Corpers' Lodge,  Journal

Why Matchmaking is the 51st Shade of ‘Don’t!’

Matchmaker, Matchmaker,
Make me a match,
Find me a find,
catch me a catch
Matchmaker, Matchmaker
Look through your book,
And make me a perfect match

–Fiddler on the Roof

Kenard is my boyfriend’s (I need to find another name to call him. Saying ‘my boyfriend’ all the time is too one kind. How about the man?) cousin. I met him a little over a year ago and our friendship blossomed.

A while later, I introduced him to my friend, Ciara, and subtly match-made them.

A few months later, I looked at their relationship like:

because they were so amazing together and the way they flowed with each other and seemed so perfect got me blushing like a pleased fairy godmother:

Fast forward to a few months back. I had dusted my hands and congratulated myself for a job well-done. All that was left was to make sure that I was still going to be the maid of honor at the wedding when I realized there was trouble in paradise.

Thus the inspiration for this post: reasons why you should never play the matchmaker for your friends!

1. You alone are the judge and jury.

I mean that literally.

Whenever there was a problem, when one refused to pick calls from the other; or when one suspected the other was cheating; or when one somehow made the other cry, I was the one they would tell.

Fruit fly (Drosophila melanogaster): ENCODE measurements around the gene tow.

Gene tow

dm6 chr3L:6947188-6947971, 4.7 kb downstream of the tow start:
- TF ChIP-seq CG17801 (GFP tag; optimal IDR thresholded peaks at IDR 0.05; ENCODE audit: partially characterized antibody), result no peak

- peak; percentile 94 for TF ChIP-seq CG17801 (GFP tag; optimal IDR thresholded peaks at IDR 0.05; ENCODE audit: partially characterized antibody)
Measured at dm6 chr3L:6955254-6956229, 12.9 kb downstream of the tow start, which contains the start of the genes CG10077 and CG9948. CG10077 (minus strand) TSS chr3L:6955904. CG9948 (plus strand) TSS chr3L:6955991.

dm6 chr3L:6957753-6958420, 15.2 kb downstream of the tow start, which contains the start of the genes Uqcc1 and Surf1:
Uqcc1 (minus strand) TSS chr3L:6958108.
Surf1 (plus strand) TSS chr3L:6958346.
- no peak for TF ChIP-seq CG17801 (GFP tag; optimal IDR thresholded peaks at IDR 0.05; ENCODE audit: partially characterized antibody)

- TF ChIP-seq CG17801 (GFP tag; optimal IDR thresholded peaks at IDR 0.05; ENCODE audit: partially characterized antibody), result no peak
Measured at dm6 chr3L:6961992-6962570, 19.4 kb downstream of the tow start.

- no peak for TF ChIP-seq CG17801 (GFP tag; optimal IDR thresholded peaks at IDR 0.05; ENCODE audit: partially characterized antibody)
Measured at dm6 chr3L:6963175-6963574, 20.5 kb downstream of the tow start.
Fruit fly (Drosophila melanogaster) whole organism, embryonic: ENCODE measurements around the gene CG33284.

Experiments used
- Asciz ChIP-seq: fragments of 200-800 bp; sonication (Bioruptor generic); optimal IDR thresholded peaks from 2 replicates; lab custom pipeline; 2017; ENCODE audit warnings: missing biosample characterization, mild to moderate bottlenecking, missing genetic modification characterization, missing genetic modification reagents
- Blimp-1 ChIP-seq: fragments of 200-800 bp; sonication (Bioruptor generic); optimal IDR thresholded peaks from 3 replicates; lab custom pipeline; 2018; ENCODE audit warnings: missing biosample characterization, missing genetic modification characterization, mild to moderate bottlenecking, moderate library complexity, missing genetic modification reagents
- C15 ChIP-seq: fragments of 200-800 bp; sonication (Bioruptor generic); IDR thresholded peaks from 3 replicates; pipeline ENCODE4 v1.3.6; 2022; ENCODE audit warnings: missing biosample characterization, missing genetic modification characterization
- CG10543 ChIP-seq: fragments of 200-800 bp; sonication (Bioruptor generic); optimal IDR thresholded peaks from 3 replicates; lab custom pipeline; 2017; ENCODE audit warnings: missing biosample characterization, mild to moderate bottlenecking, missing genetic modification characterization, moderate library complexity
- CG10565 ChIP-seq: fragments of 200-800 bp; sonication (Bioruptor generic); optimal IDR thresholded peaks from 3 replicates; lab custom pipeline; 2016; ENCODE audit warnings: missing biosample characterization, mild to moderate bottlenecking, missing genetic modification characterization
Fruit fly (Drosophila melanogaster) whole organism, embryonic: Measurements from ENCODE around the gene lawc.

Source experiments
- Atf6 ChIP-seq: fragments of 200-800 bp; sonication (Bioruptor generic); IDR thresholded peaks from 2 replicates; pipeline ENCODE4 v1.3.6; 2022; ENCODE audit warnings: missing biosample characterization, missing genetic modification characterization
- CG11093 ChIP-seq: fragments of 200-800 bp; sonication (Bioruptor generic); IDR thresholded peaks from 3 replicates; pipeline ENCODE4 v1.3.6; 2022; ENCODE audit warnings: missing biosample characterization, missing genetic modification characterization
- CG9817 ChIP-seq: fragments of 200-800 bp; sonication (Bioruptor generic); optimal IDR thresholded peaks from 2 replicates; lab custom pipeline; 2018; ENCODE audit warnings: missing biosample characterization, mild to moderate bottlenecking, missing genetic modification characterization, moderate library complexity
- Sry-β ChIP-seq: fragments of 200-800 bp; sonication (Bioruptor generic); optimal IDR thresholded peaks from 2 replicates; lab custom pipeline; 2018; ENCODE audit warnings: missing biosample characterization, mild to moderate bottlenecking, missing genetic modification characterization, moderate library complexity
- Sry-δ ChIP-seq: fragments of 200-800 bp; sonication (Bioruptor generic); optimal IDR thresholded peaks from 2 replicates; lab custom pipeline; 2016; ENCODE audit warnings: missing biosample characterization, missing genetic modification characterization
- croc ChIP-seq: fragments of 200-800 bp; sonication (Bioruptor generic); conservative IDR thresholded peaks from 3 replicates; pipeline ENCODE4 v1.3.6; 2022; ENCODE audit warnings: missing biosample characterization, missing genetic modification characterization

I was forced to sit and listen,

even though I was not interested at all and I had my own relationship issues to deal with.

That period ehn, Joro had nothing on me. I was the king of relationship advice!

2. The risk of losing both friends.

Through it all, what scared me the most was the thought of losing one or both of them if I was even slightly inadequate.

Sometimes, even though they wanted me to, I just couldn’t pick sides and I absolutely couldn’t be indifferent either.

At some point, all I could wish for was for them to be broken up already, so that I would rest. It was so devastating!

3. The fear of them making up.

See, if your friend ever comes crying to you over something their partner did, just comfort them and never say a word against the offender. If you do, you’ll look like the fool by the time they make up. This is a fact!

There were times that, hard as I tried, I slipped and said something for or against the one in the presence of the other.

And there lay my fear of them making up! I was afraid they would laugh at my foolishness like:

So I was always looking at them like:


Needless to say, they broke up.


I consoled her with a hug,

But my joy knew no bounds.

I was so happy that I had a party!

And I’m never matchmaking ever again!




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